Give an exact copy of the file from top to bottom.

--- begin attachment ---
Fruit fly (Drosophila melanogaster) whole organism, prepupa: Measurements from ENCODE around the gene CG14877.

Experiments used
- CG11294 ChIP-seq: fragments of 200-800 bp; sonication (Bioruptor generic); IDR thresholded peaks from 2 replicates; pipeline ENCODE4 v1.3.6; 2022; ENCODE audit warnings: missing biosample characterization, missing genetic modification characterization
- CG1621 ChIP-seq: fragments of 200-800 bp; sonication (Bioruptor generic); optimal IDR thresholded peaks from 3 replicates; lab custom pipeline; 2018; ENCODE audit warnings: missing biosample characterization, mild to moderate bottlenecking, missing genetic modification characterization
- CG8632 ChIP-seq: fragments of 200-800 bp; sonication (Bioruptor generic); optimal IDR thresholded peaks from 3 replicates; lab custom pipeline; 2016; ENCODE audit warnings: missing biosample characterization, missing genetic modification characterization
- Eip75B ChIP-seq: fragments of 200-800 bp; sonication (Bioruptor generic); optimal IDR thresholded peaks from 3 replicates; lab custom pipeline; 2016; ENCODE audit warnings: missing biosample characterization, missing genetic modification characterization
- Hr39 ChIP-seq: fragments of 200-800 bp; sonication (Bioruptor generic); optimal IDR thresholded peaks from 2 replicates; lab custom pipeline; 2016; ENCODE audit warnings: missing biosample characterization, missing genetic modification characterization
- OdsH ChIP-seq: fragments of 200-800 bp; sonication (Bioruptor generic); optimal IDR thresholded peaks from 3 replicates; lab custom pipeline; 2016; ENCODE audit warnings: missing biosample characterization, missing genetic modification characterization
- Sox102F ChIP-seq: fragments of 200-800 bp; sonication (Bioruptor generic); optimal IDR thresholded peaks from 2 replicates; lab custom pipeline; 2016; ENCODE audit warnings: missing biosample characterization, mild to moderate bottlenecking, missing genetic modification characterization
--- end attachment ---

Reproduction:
Fruit fly (Drosophila melanogaster) whole organism, prepupa: Measurements from ENCODE around the gene CG14877.

Experiments used
- CG11294 ChIP-seq: fragments of 200-800 bp; sonication (Bioruptor generic); IDR thresholded peaks from 2 replicates; pipeline ENCODE4 v1.3.6; 2022; ENCODE audit warnings: missing biosample characterization, missing genetic modification characterization
- CG1621 ChIP-seq: fragments of 200-800 bp; sonication (Bioruptor generic); optimal IDR thresholded peaks from 3 replicates; lab custom pipeline; 2018; ENCODE audit warnings: missing biosample characterization, mild to moderate bottlenecking, missing genetic modification characterization
- CG8632 ChIP-seq: fragments of 200-800 bp; sonication (Bioruptor generic); optimal IDR thresholded peaks from 3 replicates; lab custom pipeline; 2016; ENCODE audit warnings: missing biosample characterization, missing genetic modification characterization
- Eip75B ChIP-seq: fragments of 200-800 bp; sonication (Bioruptor generic); optimal IDR thresholded peaks from 3 replicates; lab custom pipeline; 2016; ENCODE audit warnings: missing biosample characterization, missing genetic modification characterization
- Hr39 ChIP-seq: fragments of 200-800 bp; sonication (Bioruptor generic); optimal IDR thresholded peaks from 2 replicates; lab custom pipeline; 2016; ENCODE audit warnings: missing biosample characterization, missing genetic modification characterization
- OdsH ChIP-seq: fragments of 200-800 bp; sonication (Bioruptor generic); optimal IDR thresholded peaks from 3 replicates; lab custom pipeline; 2016; ENCODE audit warnings: missing biosample characterization, missing genetic modification characterization
- Sox102F ChIP-seq: fragments of 200-800 bp; sonication (Bioruptor generic); optimal IDR thresholded peaks from 2 replicates; lab custom pipeline; 2016; ENCODE audit warnings: missing biosample characterization, mild to moderate bottlenecking, missing genetic modification characterization